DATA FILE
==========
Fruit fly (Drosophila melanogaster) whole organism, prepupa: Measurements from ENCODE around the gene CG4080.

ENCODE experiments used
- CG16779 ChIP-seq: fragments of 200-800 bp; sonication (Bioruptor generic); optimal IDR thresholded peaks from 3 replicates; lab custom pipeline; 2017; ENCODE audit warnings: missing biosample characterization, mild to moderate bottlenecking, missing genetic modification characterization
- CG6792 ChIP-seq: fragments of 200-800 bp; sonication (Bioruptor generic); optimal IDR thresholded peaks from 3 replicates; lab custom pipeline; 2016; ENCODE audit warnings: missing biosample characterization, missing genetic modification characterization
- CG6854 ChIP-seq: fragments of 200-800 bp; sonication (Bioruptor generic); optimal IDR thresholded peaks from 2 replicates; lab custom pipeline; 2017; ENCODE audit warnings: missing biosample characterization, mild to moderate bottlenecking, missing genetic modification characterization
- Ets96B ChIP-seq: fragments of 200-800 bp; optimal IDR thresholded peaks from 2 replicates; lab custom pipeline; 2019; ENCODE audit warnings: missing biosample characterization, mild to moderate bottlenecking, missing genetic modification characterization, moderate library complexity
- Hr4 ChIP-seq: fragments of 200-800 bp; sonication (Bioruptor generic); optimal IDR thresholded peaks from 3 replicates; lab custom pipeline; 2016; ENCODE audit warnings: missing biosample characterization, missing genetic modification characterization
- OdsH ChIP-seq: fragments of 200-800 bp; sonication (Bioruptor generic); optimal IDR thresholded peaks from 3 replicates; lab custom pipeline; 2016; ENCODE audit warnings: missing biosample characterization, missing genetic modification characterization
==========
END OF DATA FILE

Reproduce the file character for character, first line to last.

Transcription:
Fruit fly (Drosophila melanogaster) whole organism, prepupa: Measurements from ENCODE around the gene CG4080.

ENCODE experiments used
- CG16779 ChIP-seq: fragments of 200-800 bp; sonication (Bioruptor generic); optimal IDR thresholded peaks from 3 replicates; lab custom pipeline; 2017; ENCODE audit warnings: missing biosample characterization, mild to moderate bottlenecking, missing genetic modification characterization
- CG6792 ChIP-seq: fragments of 200-800 bp; sonication (Bioruptor generic); optimal IDR thresholded peaks from 3 replicates; lab custom pipeline; 2016; ENCODE audit warnings: missing biosample characterization, missing genetic modification characterization
- CG6854 ChIP-seq: fragments of 200-800 bp; sonication (Bioruptor generic); optimal IDR thresholded peaks from 2 replicates; lab custom pipeline; 2017; ENCODE audit warnings: missing biosample characterization, mild to moderate bottlenecking, missing genetic modification characterization
- Ets96B ChIP-seq: fragments of 200-800 bp; optimal IDR thresholded peaks from 2 replicates; lab custom pipeline; 2019; ENCODE audit warnings: missing biosample characterization, mild to moderate bottlenecking, missing genetic modification characterization, moderate library complexity
- Hr4 ChIP-seq: fragments of 200-800 bp; sonication (Bioruptor generic); optimal IDR thresholded peaks from 3 replicates; lab custom pipeline; 2016; ENCODE audit warnings: missing biosample characterization, missing genetic modification characterization
- OdsH ChIP-seq: fragments of 200-800 bp; sonication (Bioruptor generic); optimal IDR thresholded peaks from 3 replicates; lab custom pipeline; 2016; ENCODE audit warnings: missing biosample characterization, missing genetic modification characterization